Old Legs 2018 Tour
Blog Entry 30 - Day 13.
Half the Old Legs Tour is behind us. Alas. Two phrases came to mind on today’s 136 km ride from Jwaneng to Khakhea- Mad Dogs and Englishmen out in the mid day sun and Testicular Strangulation.
The countryside we rode through today was vast, flat, utterly featureless and hugely hot. Just like my nether regions beneath my triple padding. I am now seriously worried about loss of circulation and testicular strangulation. Bruce is a vet and gave me a free consult on things to be alarmed about. Things turning blue and then green is not good, and neither is a preponderance of flies. So far, so good. Viva Arnica Ice.
We rode out of Jwaneng at 06.30 and with a gentle side wind from our right to left, made good time to Sekoma, averaging close on 24 kph for the +/- 80 kms.
I kept my eyes peeled for meerkats but saw none. I think Botswana has a meerkat population is limited to the one that Dave saw but never showed me.
I am in awe of the two pairs of Old Legs on Tour, Bruce and Leachie, aged 72 and 70 respectively. Today was not easy but both rode with power, never skipping a beat.
Dave is the sheepdog of the peloton, bossing up the order of the ride, reading the wind direction, riding long stints out front, encouraging the stragglers and the rider out front, etc etc. He is the strongest rider in the group by a country mile, maintaining an incredibly high cadence of I’m guessing between 100 and 120. High cadence takes the tired out of your legs on a long day. I tried to copy but my legs can’t go round that fast.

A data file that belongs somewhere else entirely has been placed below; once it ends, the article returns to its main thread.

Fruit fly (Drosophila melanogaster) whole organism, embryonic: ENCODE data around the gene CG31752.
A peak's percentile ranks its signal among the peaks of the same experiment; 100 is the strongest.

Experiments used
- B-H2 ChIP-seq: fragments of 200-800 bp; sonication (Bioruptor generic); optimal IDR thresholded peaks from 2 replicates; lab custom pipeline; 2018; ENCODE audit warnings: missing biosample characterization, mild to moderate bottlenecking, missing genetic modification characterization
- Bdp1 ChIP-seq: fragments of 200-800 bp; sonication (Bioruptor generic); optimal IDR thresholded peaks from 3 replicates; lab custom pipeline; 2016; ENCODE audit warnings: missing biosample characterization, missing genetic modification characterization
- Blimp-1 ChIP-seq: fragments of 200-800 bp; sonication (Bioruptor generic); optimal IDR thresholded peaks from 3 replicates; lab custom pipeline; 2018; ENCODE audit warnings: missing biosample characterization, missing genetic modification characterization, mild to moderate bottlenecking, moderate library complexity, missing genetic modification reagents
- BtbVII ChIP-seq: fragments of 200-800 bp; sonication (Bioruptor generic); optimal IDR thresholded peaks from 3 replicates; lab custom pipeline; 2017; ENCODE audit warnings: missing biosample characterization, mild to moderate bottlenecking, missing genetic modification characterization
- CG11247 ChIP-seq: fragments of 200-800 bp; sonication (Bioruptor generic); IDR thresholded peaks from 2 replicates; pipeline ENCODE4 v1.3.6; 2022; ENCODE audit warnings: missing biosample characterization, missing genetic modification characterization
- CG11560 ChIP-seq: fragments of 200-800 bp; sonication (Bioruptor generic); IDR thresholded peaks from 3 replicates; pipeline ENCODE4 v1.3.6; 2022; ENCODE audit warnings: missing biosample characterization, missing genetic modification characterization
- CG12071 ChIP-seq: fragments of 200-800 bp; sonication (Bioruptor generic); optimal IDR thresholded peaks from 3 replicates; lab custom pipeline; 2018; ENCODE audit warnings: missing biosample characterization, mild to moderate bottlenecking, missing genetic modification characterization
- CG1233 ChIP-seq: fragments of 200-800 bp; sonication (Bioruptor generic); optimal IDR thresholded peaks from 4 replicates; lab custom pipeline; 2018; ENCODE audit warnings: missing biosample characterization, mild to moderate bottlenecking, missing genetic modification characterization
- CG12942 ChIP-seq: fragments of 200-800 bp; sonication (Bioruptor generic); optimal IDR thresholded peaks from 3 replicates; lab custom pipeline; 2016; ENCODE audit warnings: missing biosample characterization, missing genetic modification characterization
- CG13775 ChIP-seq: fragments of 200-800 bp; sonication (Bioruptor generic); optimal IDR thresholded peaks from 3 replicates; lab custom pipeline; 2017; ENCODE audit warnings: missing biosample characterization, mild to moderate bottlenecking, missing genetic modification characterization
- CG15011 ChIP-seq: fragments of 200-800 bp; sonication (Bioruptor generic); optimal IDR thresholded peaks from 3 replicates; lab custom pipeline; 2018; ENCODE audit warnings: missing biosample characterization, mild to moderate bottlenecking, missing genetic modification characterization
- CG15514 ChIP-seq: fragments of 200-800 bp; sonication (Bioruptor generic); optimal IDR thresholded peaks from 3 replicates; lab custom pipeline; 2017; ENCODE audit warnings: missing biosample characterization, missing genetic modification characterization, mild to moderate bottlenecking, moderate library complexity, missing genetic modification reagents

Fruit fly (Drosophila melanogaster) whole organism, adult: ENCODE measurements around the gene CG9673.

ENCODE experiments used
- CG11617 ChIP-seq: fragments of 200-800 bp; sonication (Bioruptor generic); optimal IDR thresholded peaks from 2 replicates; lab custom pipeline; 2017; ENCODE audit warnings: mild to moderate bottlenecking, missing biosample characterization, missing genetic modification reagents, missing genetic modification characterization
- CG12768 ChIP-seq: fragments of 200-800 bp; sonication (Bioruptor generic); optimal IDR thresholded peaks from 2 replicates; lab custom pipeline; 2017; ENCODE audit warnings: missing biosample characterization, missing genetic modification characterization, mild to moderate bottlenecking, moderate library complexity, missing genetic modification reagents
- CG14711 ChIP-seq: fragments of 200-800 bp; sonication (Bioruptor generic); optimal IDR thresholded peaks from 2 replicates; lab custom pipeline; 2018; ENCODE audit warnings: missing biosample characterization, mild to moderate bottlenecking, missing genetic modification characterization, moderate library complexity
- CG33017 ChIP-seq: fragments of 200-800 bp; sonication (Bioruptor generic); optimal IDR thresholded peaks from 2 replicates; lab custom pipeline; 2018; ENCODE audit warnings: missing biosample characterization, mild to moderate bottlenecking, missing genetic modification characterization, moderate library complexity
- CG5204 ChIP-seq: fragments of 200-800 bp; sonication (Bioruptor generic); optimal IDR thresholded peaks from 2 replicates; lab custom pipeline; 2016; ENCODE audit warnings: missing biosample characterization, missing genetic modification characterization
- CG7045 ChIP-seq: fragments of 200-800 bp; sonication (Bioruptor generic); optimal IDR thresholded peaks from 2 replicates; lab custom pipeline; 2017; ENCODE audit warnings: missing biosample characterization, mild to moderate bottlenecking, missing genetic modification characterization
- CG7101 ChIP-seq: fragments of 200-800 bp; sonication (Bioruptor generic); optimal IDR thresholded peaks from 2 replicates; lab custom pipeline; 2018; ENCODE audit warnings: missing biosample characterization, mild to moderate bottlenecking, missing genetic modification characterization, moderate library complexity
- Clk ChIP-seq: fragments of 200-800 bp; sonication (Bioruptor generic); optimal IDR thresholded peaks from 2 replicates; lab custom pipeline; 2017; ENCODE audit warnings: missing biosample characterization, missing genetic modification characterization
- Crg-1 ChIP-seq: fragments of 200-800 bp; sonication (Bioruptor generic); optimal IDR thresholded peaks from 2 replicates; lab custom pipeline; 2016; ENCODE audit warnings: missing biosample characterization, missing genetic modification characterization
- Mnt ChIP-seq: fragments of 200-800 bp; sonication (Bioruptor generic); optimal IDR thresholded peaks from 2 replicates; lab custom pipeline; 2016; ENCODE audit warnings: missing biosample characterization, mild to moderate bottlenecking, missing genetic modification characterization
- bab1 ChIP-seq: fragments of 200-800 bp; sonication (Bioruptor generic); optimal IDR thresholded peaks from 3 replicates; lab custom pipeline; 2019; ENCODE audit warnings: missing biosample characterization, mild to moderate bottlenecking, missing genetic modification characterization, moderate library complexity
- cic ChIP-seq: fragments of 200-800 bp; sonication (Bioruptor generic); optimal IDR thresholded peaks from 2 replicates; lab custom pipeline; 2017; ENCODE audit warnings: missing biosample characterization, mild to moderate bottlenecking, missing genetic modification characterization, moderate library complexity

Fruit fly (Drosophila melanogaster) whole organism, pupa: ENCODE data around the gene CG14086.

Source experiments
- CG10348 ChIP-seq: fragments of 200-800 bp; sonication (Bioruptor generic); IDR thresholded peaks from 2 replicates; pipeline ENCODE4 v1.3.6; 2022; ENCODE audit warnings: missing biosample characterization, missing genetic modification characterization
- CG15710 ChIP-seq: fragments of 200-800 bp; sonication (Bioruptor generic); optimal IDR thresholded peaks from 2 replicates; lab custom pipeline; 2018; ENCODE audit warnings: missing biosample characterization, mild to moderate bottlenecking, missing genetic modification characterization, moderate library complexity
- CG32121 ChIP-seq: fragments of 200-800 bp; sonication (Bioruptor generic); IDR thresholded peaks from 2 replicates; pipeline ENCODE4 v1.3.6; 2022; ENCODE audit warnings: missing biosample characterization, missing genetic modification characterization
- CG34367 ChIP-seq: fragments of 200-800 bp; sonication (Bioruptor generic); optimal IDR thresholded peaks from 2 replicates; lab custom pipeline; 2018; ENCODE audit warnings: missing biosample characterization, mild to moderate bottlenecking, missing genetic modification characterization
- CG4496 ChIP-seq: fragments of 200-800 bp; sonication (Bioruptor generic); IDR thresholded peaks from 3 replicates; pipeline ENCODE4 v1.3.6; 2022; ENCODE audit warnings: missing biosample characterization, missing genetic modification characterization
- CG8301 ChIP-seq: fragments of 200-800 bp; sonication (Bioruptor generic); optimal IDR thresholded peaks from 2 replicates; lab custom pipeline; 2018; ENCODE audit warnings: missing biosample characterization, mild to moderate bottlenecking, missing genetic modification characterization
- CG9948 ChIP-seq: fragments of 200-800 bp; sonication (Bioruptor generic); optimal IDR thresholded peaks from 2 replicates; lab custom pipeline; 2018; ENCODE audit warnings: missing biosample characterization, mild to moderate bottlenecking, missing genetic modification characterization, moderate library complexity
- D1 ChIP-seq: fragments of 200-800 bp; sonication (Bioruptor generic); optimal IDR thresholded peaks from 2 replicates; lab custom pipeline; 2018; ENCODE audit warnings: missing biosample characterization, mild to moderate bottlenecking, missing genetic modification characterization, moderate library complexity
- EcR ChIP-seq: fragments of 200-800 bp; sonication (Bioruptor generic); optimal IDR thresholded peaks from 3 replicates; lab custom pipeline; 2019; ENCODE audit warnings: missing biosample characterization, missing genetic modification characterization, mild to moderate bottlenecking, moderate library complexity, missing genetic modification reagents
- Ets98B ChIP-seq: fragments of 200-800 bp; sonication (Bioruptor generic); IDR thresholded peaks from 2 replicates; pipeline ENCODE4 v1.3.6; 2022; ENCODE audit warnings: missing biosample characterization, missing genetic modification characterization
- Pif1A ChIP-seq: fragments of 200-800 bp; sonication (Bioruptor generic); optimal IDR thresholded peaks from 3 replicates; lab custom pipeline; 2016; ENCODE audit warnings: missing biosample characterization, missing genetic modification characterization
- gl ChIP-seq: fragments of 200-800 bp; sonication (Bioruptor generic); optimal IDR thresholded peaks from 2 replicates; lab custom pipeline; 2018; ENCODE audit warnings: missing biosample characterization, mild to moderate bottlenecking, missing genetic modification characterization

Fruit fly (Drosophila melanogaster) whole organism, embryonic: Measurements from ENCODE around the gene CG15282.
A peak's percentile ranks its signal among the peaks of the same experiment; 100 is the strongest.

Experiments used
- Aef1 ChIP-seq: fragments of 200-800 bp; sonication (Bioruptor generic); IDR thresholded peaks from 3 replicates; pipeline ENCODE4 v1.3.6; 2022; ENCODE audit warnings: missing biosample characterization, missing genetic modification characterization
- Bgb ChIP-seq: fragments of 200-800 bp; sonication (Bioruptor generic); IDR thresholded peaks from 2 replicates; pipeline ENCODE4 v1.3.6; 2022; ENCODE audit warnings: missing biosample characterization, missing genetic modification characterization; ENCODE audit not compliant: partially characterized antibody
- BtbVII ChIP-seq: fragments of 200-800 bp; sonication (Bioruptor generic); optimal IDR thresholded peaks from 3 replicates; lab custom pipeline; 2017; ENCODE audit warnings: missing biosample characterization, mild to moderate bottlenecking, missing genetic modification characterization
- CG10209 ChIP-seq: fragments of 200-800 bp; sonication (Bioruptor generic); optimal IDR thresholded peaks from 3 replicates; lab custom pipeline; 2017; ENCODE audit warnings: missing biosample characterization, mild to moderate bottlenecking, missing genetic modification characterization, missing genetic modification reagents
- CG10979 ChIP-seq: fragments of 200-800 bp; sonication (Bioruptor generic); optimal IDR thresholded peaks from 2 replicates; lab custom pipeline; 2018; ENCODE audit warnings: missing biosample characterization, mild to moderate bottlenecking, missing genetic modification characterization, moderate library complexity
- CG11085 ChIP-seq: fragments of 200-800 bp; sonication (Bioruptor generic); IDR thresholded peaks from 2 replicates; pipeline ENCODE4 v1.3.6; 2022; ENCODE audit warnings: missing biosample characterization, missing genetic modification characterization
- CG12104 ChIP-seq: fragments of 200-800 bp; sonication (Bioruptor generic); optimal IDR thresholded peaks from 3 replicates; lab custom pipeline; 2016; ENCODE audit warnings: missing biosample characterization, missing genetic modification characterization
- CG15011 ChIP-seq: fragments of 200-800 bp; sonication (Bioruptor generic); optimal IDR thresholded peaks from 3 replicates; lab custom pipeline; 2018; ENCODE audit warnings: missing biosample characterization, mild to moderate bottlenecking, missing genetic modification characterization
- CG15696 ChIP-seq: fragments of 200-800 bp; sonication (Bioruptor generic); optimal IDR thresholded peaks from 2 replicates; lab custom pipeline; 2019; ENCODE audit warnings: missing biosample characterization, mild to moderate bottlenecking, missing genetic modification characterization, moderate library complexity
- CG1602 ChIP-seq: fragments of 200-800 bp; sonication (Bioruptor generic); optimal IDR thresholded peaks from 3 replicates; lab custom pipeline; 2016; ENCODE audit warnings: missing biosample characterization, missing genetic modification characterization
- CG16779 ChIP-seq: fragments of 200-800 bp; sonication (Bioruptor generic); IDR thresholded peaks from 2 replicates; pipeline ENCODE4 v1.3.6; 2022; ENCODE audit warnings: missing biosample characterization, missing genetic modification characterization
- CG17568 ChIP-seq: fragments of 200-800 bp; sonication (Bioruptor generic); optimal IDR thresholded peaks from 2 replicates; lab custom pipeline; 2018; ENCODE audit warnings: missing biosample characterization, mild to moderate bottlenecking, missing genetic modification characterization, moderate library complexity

No one was in a hurry to get back on his bike after a delicious late breakfast served up by Jenny and Ryan. If I wasn’t already married to Jenny, I’d propose to her in a heart beat. If you think this is an attempt to suck up to her in an attempt to avoid further Dick of the Day nominations, you are right. And it failed.
With 56 kms left to ride, we turned south at Sekoma, straight into the most viscous head wind. Our average speed dropped to just 17 kph. The wind has been a big factor in all our afternoon sessions.
Dave and I played car cricket while we rode. We haggled over the rules and settled on the following- a large truck passing scored 6 runs, either a Mercedes or a BMW scored 4 and any other passing car was good for 1 run. A passing bus was out clean bowled.
The road was that quiet it took 15 minutes for the first delivery of the match. Unfortunately it was a bus and I went out for a Golden Duck. Nothing much has changed since Allan Wilson under 15 B’s.
3 hours later when we arrived at Khakhea, Dave was on 56 for 2 with lots of his runs having come in boundaries. He refuses to declare and now wants to turn the ODI into a 5 day test. I am thinking about sandpapering my ball.
Khakhea is our destination for the night, a mere dot on the map, a tiny village. We are sleeping at the Chief’s offices. The villagers in Khakhea are happy, polite people and greeted us warmly as we rode in. Small wonder they’re happy. Tiny as it is, Khakhea boasts street lights, drinking water on tap and a public phone booth. Take a note Zimbabwe.
Tomorrow’s ride of 125 kms in the general direction of the Tshabong border post will take us over the half way mark. Alas.
Last night we went to Jwaneng Golf Club for dinner and had to catch a taxi because we were too tired to ride bikes and can only fit 2 people in the car. I was asked how we are going to fit 4 people plus 6 bikes in for the trip home. ( Bruce is flying home and Ryan is going home to PE) I have no idea. My exit strategy out of Cape Town has as much forethought and planning as a lemming’s on his way over the cliff. My best hope is that we all lose lots of weight and all our kit by the time we get to Cape Town.
Tomorrow we ride 130 km to a piece of bush between Khakhea and Thabong border post.
Until then, enjoy and get on a bike if you can
Eric Chicken Legs de Jong